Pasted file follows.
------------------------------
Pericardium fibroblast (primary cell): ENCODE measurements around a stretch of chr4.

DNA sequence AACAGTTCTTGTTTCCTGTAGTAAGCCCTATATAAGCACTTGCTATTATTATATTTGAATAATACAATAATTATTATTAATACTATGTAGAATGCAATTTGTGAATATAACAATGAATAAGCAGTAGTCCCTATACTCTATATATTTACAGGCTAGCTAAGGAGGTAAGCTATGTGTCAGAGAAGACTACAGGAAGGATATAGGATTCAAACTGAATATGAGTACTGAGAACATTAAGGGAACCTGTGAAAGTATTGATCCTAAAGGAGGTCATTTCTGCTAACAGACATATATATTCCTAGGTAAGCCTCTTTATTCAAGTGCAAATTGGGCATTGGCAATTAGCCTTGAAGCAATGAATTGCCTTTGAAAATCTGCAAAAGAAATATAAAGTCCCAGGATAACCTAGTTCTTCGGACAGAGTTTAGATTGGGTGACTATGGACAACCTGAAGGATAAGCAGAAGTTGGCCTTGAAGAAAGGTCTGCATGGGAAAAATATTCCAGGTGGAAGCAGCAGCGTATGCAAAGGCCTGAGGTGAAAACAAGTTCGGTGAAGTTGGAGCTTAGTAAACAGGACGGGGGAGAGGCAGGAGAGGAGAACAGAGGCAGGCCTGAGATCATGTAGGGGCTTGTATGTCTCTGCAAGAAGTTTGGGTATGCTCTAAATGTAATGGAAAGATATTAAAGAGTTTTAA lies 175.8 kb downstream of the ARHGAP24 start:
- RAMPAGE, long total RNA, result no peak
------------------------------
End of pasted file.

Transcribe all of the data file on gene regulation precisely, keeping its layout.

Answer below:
Pericardium fibroblast (primary cell): ENCODE measurements around a stretch of chr4.

DNA sequence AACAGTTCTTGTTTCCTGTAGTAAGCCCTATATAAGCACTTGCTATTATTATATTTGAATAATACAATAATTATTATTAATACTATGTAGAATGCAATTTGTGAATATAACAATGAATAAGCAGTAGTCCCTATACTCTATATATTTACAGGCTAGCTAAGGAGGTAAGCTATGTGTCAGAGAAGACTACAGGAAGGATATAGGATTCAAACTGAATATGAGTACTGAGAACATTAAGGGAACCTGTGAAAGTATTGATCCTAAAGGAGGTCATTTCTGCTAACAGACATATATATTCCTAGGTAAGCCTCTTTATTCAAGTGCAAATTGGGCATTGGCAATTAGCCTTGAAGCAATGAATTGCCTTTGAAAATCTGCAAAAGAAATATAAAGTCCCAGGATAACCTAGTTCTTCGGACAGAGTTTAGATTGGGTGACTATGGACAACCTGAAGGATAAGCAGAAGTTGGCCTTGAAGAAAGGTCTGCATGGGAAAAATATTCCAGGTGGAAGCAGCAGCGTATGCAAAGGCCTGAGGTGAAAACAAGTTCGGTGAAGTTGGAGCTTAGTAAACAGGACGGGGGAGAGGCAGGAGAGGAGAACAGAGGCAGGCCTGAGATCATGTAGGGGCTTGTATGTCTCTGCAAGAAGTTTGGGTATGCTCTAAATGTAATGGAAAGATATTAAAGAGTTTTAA lies 175.8 kb downstream of the ARHGAP24 start:
- RAMPAGE, long total RNA, result no peak